The mountainous roads surrounding Virginia's Shenandoah Valley aren't the world's most treacherous, but they are fun to drive, and they're easy to get to from Washington, D.C. So it's not all that surprising that car enthusiasts from the D.C. area's teeming, affluent suburbs occasionally make their way down there.

It should be even less of a shock that some of those exuberant car junkies have a tendency to drive fast. That's what happened on Sunday morning when police in Highland and Augusta Counties stopped 15 sports cars and charged the drivers with speeding and reckless driving. All of the cars were towed, and footage from the cameras confiscated from the towed cars is being used as evidence.


A spokesman from the Augusta County Sheriff's office told us that the group included several BMW M3s, a couple of Lexus coupés, a new Ford Mustang, and even a McLaren. Police allowed the drivers of some of the cars — the ones with low clearance and ground effects — to follow their tow trucks to the impound yard to avoid damage. The spokesman said all of them have payed the towing and impound fees and retrieved their cars.

The spokesman also said that the group was part of a car club associated with, which organized a group drive along Shenandoah National Park's Skyline Drive over the summer.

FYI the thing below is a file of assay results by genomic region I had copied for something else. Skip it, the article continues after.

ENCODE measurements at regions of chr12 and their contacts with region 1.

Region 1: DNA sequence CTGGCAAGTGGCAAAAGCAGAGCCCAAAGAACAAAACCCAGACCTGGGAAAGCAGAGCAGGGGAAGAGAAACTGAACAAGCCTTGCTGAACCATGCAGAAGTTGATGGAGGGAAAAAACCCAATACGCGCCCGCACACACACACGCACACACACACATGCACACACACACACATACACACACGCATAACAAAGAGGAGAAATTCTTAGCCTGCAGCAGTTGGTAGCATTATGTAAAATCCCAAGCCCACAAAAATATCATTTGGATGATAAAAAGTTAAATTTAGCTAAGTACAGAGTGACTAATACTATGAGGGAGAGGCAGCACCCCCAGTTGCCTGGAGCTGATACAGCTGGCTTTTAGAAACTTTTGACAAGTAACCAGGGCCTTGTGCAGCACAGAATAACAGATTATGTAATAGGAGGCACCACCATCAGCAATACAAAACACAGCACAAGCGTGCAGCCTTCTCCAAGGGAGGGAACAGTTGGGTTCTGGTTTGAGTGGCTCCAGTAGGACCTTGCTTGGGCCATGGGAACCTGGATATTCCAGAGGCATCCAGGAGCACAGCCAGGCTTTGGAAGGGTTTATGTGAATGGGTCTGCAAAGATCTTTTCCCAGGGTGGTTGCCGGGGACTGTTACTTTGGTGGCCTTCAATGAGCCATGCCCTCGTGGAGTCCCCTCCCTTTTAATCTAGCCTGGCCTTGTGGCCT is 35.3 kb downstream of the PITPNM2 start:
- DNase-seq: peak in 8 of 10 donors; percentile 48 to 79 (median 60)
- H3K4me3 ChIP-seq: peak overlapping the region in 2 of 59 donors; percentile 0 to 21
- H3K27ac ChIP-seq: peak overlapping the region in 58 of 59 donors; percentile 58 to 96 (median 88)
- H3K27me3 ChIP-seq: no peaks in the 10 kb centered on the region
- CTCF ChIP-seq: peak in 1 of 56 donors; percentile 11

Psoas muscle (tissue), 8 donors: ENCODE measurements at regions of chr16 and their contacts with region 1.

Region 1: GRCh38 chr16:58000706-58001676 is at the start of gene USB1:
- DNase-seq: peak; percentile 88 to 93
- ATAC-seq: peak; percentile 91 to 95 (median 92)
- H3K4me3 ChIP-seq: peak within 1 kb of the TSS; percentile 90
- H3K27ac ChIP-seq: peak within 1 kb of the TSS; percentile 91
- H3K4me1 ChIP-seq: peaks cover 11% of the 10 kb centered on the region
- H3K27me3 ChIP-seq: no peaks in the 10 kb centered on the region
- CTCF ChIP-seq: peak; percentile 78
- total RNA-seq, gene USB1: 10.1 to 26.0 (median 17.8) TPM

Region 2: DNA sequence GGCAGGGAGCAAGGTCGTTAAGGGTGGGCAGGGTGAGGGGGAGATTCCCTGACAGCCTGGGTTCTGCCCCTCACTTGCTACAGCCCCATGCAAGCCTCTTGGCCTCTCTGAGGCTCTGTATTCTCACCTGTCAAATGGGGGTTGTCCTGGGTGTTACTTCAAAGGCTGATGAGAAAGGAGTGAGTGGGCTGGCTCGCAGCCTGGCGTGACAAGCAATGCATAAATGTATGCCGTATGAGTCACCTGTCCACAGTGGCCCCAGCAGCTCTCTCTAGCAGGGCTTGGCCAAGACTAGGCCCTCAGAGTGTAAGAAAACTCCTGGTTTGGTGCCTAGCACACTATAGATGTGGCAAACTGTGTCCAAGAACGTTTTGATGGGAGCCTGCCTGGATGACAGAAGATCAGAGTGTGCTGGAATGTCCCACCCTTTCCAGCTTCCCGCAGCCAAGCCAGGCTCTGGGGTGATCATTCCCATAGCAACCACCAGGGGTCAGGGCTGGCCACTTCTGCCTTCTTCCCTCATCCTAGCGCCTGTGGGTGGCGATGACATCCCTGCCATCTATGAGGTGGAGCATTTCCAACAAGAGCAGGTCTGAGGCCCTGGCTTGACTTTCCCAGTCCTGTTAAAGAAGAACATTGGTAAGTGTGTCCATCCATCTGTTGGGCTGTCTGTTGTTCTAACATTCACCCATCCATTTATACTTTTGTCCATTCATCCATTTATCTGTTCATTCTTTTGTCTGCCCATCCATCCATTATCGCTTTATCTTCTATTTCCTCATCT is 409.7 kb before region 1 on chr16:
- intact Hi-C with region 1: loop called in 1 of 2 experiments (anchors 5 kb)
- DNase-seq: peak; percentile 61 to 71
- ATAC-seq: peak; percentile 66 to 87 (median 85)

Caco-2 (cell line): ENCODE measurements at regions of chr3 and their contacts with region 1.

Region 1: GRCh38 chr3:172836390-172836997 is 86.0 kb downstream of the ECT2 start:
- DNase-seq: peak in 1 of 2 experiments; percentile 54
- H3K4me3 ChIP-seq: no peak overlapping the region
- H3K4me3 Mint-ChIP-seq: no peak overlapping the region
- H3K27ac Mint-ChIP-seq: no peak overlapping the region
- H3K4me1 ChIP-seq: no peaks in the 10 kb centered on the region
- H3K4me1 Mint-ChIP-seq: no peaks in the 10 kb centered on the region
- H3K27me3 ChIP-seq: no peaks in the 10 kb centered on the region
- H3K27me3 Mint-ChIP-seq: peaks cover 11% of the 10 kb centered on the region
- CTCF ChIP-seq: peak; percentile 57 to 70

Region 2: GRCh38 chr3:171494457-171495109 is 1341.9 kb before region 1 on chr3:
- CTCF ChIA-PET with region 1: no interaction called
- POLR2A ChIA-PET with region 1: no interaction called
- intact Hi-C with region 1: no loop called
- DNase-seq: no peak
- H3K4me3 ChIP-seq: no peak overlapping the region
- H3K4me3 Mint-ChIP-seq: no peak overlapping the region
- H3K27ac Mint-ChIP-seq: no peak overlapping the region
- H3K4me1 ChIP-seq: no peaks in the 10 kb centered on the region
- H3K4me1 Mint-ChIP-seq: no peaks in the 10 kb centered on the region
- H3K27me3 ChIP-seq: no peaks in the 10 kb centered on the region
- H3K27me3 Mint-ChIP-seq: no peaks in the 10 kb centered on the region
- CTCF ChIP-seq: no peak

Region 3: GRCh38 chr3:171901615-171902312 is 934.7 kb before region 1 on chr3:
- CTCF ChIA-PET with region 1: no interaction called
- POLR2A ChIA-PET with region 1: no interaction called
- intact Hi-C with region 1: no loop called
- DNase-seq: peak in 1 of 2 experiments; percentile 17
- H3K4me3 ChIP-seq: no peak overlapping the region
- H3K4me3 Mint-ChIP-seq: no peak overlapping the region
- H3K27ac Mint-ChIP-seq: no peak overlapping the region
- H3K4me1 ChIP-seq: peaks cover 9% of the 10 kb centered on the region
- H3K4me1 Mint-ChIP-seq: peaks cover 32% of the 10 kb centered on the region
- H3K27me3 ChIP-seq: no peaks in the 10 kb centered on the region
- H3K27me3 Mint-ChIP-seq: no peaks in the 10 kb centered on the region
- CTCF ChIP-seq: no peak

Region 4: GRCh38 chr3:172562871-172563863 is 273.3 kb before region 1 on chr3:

"Some of the people involved in this [event] were involved in street racing in the past," he said.

The Virginia State Police trooper who delivered a lecture to the group at the end of the video seemed less than impressed with that event. Apparently, busting a U-turn in the middle of a two lane road when you see cops ahead is a bad idea. Who knew?

Video will play a big role in the legal proceedings against the 15 charged on Sunday. The Augusta County Sheriff's Office is using footage from the towed cars' GoPro cameras as additional evidence, which the spokesperson said will likely mean extra charges for a few of the people already facing reckless driving charges. He said after they have been to court — which is scheduled for Jan. 3 — the Sheriff's Office will release the video footage to the public.


Most of the drivers were in their late 20s to early 30s, and with the exception of a handful of Pennsylvania residents, most of their cars were registered in Virginia and Maryland.

We reached out to for comment, but haven't yet heard back.

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